A Digital-First, Omnichannel World

By reading the news, it’s easy to assume that most of the world has moved on from the pandemic. The Centers for Disease Control and Prevention is loosening restrictions, travel is up, and employees are returning to the office. However, medicine continues to grapple with the ramifications of the pandemic. Specialty care providers — such as those who deliver oncology, dermatology, ENT, and OB/GYN health care — are especially forced to deal with its impact and the consequences on their patients.

This, in turn, has forced pharma to redefine its approach to customer relationships and improve the specialty care customer experience (CX).  Here are some ways the post-COVID new normal impacts physicians, the world of specialty care, and how they want to communicate with pharma sales and marketing representatives.

Delayed Routine Patient Care Leads to Seriously Ill Patients and Overwhelmed Specialty HCPs

Although it has been two years since most of the world shut down, its impact continues reverberating in medicine. Much of the overwhelm healthcare providers (HCPs), especially specialty care providers, experience today results from the lack of routine patient care during the pandemic.

While emergency and COVID-related services remained open at the beginning of the pandemic, most of the routine, specialty care services were shut down and placed on hold to help stop the spread of the disease. In fact, one survey showed that 15% of respondents delayed their care during 2020. From failing to get suspicious moles checked out to avoiding a colonoscopy or mammogram, specialty care physicians could not diagnose conditions earlier with their routine exams.

Delaying non-emergency care and routine screening meant that physicians could not take care of patient conditions and diseases in earlier states when they respond best to treatment. As a result, specialty care providers now have more seriously sick patients. For example, patients delay their routine cancer screenings and come to their oncologists with more advanced cancer.

In almost every specialty care area, doctors are scrambling to handle more patients than ever because they could not treat them earlier. Forced to deal with this increased output, HCPs now face more patients, fewer care options, and more advanced conditions. 

The overwhelm doctors face directly impacts how specialty care providers want to communicate with pharma representatives and organizations to keep up on the latest treatment guidelines, new drugs, and protocols. In-person interactions are still critical to building relationships, but providers lack as much time to give pharma reps as they did before the pandemic. Instead, physicians want just-in-time conversations with pharma reps that relate to their pressing patients and needs.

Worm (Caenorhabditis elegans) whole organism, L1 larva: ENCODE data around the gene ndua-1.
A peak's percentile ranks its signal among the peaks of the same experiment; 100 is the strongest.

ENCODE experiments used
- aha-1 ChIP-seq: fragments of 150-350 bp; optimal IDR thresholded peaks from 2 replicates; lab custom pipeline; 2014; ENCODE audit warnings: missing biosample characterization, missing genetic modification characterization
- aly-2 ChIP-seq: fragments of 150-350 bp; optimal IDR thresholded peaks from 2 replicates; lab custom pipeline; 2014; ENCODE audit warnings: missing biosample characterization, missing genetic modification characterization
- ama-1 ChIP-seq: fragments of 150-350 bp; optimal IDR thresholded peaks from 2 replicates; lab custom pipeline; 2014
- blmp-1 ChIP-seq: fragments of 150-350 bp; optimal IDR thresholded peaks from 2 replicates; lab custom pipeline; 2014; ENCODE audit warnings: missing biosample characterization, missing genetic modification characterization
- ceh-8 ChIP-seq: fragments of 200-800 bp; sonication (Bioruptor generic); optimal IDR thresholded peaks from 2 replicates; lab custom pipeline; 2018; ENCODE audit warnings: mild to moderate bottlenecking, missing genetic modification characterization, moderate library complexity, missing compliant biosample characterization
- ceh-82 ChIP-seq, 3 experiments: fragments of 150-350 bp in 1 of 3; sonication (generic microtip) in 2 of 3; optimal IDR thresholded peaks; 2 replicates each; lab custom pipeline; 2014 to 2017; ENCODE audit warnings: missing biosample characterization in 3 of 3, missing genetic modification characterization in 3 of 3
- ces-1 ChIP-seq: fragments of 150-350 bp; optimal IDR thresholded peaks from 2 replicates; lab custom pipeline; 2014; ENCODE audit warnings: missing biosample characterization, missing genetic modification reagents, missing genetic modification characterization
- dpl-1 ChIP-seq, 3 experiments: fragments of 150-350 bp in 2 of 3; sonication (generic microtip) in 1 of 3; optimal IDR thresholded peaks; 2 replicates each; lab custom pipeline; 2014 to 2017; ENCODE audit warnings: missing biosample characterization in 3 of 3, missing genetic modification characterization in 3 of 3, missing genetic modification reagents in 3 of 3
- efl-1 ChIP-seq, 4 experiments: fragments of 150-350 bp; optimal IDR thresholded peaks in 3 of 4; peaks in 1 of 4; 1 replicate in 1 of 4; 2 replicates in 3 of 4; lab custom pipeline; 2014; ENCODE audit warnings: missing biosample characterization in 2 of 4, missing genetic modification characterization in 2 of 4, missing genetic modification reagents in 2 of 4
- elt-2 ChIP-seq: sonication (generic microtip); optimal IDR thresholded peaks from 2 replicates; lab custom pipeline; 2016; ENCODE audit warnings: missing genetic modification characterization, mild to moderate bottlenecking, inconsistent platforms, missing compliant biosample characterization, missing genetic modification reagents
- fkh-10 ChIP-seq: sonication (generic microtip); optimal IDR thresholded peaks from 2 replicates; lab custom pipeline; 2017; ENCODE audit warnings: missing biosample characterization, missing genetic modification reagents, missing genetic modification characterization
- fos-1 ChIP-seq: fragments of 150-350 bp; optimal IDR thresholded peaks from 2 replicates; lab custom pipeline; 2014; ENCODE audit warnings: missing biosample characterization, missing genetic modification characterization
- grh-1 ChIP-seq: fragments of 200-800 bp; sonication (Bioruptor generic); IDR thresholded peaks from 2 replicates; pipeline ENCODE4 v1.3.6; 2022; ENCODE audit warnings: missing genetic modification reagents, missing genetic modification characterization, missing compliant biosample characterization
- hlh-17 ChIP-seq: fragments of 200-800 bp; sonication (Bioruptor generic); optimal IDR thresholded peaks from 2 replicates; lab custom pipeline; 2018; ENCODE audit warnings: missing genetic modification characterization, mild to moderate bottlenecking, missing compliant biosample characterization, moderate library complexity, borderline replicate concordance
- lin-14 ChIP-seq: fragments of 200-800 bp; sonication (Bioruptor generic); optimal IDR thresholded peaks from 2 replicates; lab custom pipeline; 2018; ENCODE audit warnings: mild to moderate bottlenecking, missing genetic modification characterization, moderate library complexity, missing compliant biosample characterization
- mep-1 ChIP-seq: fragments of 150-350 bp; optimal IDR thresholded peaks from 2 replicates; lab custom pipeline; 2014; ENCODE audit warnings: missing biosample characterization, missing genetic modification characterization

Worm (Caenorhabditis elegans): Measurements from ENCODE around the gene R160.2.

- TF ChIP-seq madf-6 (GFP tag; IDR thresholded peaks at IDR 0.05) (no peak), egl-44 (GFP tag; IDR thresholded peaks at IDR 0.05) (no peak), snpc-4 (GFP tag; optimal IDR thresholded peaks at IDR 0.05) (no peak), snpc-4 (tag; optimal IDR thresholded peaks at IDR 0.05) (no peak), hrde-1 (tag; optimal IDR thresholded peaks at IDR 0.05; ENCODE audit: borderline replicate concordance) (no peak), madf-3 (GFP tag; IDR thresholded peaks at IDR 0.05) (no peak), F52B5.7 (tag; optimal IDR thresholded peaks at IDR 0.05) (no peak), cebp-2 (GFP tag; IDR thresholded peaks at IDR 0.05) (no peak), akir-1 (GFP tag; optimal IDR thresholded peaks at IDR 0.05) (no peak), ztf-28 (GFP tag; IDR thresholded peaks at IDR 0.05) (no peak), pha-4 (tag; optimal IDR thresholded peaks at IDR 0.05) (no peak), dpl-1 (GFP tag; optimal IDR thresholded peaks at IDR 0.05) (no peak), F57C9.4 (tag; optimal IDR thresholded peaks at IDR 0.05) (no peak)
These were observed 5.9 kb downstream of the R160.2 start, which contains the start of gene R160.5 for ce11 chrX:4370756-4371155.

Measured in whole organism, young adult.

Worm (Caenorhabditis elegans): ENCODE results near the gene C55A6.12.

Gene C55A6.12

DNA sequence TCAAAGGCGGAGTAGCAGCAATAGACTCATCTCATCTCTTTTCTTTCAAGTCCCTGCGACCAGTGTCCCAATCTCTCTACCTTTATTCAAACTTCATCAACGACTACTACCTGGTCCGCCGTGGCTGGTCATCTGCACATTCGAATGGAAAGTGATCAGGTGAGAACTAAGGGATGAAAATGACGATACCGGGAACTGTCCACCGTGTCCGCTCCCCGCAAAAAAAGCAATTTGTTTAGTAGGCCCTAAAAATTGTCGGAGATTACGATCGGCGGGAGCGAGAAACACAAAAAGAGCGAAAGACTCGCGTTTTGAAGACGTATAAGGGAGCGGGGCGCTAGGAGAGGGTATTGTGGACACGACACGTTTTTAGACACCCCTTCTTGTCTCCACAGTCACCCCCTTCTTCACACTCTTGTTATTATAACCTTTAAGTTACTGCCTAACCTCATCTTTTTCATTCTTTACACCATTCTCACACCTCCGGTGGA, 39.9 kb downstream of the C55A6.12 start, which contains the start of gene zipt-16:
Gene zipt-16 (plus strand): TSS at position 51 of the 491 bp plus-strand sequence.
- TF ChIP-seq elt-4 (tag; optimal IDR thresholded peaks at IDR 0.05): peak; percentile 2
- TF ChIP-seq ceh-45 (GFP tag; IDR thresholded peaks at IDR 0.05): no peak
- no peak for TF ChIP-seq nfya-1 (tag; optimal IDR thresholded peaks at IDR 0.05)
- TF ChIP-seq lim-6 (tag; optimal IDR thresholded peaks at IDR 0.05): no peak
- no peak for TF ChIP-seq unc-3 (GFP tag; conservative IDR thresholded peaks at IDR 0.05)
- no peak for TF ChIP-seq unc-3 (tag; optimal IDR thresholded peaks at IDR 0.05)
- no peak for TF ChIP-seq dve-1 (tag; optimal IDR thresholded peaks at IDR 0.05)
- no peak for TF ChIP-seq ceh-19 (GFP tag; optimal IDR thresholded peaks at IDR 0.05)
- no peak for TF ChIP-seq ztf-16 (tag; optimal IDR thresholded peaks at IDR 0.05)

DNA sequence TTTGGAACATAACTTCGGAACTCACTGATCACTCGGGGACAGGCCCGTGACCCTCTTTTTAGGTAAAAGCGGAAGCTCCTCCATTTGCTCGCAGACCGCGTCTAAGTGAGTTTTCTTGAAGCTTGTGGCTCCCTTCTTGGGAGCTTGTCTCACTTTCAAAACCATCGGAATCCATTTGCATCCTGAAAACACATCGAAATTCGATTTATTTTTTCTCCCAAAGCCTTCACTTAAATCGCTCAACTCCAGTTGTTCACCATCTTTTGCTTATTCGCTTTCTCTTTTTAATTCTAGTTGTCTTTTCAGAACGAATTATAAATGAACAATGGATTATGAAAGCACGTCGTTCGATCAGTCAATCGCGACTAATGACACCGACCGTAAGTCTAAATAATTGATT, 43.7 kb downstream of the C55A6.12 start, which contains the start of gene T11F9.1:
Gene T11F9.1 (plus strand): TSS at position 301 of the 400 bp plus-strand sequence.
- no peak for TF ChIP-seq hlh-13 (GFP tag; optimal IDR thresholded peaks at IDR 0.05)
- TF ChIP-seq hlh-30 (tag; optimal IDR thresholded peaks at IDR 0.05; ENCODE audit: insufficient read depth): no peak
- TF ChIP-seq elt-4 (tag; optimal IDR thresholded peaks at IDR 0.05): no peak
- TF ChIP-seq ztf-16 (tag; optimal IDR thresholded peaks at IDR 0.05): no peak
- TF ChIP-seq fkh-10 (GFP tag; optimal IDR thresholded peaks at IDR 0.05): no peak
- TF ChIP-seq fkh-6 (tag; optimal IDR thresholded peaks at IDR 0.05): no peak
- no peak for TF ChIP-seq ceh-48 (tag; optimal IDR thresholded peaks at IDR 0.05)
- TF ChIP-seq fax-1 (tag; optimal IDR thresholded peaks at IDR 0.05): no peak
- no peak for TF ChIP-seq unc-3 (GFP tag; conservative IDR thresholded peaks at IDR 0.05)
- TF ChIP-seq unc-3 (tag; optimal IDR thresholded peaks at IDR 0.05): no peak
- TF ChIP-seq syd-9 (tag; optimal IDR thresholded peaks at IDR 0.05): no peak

Digital Content Becomes Overwhelming

So how are pharma companies addressing these changing customer relationships? They are turning to content (e.g., sales pages, whitepapers, blogs, webinars) to fill this gap between in-person sales visits and busy physicians. What started as a stopgap during the pandemic has transitioned into a long-term strategy to provide value. However, pharma’s over-enthusiasm for content results in a staggering amount of literature distributed through various channels that providers no longer have the time to read.

Many specialty HCPs feel overwhelmed with high-level, informative content that does not align with their concerns and needs and is too technical to give to their patients. A recent survey of almost 1,000 providers found that 62% felt overwhelmed by the promotional content offered by pharma companies. For busy doctors, non-engaging content is not an option or a good stand-in for in-person sales.

This is evidenced as well by data recently released by Across Health. It indicated that Spanish oncologists are targeted every month with over 70 pharma interactions through “owned channels.” These range from webinars, patient support programs, MSL visits, Pharma newsletters, e-Detailing, Rep emails, and more. This number doesn’t include content targeted to them via paid or earned channels. 

Their insights make it clear that many Pharma companies still seem to be operating in siloed multi-channel environments with no internal collaboration or departmental visibility into on or offline content directed at HCPs.